May 242010

Some FormSpring Questions and Answers on philosophy in business:

It’s hard to be pro-business since few (none?) are actually in favor of freedom and individual rights, but rather lobby to twist big government to their purposes which mostly conflict with individual rights. Thoughts?

I’m pro-business for the awesome products they produce that make my life better — not for their politics, nor for their pull-peddling.

Sadly, it’s not reasonable to expect businesses to be any better than the culture as a whole. And the culture is solidly behind a mixed economy.

Why don’t companies/firms hire staff philosophers?

Most philosophers would be destructive to business, as they’re hostile to the self-interested pursuit of profit.

Good philosophers could be useful, but likely only as occasional consultants, not full-time employees. However, most businessmen today are extremely pragmatic and somewhat altruistic, so they wouldn’t see the value in a principled approach to business.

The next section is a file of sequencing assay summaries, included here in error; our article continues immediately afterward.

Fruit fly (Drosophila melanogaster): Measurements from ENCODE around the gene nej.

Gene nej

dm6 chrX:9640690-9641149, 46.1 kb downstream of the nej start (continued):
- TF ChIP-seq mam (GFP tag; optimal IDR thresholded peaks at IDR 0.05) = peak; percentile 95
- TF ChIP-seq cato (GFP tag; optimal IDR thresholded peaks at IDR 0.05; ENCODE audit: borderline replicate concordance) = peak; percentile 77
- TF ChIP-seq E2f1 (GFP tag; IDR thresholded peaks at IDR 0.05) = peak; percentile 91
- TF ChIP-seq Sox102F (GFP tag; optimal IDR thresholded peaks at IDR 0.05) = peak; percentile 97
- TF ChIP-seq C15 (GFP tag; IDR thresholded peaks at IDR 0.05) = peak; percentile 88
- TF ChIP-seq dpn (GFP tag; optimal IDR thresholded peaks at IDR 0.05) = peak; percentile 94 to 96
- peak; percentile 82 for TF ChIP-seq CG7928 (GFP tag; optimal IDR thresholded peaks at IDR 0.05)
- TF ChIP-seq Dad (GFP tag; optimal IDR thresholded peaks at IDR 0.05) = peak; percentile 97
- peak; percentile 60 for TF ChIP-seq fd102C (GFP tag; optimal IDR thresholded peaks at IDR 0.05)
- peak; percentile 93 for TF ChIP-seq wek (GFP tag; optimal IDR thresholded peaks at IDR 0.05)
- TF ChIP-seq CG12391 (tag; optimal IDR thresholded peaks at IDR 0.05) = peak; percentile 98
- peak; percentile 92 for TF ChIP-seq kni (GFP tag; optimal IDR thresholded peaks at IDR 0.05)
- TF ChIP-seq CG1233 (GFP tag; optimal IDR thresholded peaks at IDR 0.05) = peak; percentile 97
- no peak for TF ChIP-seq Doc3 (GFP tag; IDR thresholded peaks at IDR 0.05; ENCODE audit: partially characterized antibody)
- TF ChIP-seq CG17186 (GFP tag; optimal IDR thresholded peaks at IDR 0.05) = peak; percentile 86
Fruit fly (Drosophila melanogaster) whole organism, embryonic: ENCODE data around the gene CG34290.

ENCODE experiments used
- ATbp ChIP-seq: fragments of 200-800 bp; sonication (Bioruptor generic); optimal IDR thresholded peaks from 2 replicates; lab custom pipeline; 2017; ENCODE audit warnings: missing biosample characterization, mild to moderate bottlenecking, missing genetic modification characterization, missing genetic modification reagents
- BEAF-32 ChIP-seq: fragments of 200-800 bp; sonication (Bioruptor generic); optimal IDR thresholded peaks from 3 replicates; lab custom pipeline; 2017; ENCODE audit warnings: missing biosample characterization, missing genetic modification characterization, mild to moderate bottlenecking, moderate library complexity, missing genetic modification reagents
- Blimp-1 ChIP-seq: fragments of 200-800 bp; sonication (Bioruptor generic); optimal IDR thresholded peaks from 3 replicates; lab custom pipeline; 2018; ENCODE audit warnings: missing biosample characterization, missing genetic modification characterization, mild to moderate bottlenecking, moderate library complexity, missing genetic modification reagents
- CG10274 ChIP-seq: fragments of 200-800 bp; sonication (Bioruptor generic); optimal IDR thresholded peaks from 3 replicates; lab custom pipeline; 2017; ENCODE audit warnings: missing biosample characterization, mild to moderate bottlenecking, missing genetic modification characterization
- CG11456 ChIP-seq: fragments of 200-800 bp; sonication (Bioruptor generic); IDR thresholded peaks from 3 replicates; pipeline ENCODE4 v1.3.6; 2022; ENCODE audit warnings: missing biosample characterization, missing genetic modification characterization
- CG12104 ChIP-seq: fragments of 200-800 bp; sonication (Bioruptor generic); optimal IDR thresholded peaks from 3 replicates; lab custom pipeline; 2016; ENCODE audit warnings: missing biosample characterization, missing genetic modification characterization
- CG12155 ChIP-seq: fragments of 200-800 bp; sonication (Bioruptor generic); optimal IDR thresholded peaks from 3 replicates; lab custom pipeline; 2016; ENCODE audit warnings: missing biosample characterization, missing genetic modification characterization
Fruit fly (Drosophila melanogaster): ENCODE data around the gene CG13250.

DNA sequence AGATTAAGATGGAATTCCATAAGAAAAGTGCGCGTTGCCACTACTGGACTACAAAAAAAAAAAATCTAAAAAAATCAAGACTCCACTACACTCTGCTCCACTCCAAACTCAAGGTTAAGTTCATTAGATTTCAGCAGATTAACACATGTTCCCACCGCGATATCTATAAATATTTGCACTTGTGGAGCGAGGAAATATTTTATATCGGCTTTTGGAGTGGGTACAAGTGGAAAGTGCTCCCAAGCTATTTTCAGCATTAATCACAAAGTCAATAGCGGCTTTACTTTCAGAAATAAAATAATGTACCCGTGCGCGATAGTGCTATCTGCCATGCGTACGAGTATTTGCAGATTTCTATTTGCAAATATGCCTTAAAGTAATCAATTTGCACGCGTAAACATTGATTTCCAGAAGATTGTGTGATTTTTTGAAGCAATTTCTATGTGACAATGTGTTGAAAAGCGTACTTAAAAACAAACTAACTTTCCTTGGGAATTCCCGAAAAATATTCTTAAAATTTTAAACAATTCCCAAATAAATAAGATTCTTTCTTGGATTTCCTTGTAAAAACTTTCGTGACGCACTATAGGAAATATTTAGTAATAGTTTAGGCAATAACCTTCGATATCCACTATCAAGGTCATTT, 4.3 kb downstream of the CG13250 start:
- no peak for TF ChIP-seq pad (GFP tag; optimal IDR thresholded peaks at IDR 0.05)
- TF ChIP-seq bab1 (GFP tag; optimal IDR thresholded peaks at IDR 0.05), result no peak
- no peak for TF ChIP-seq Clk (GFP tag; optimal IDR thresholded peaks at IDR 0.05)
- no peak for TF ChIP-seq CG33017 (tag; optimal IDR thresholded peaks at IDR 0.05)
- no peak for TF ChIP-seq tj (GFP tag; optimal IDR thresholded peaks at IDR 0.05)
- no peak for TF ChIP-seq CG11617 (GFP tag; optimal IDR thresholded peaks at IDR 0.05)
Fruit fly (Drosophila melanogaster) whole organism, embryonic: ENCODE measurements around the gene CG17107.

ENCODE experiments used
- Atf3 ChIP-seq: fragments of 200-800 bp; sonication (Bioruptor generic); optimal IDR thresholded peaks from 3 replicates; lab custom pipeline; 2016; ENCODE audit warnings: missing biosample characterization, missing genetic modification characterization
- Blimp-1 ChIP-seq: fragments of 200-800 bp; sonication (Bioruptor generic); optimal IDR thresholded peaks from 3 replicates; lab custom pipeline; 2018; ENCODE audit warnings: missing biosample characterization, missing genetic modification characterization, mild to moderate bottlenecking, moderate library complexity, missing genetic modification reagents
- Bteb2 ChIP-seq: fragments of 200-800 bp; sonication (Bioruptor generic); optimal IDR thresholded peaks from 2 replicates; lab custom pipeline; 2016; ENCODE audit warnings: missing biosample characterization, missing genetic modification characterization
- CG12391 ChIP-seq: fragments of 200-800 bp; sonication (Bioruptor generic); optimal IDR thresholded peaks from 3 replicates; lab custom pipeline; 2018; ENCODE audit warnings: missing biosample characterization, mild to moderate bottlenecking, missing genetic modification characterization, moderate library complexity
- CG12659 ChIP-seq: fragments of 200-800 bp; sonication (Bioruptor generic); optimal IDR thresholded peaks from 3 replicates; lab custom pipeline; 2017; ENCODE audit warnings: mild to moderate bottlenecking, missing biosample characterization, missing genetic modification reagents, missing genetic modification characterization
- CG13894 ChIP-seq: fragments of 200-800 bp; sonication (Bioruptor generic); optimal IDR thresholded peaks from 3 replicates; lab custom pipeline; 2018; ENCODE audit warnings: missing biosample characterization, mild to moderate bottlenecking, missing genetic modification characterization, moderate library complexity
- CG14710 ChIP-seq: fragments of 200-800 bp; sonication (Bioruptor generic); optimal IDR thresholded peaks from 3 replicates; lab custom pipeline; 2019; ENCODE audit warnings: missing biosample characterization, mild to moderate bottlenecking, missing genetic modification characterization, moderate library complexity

Can you think of a good, specific example of how a consulting philosopher might be of value to a business? Especially assuming the business owner was already an Objectivist and had a basic grasp of rational selfishness and the danger/evil of altruism.

The fact that a business owner is an Objectivist doesn’t mean that he will create a corporate culture that supports the virtues. (For an example of what that looks like, see what John Allison did with BB&T.)

A philosopher could help do that. It’s not trivial, for example, to see what justice requires in compensation. Or whether the business should be involved in charity. Or how to deal fairly with an employee suffering from personal problems. Or how to maximize productivity. Or how to ensure that employees are rewarded for facing problems rather than evading them.

Via the Ayn Rand Institute, Objectivist intellectuals have done that kind work with Hutchinson Technologies; they’ve put together training seminars and the like for management.

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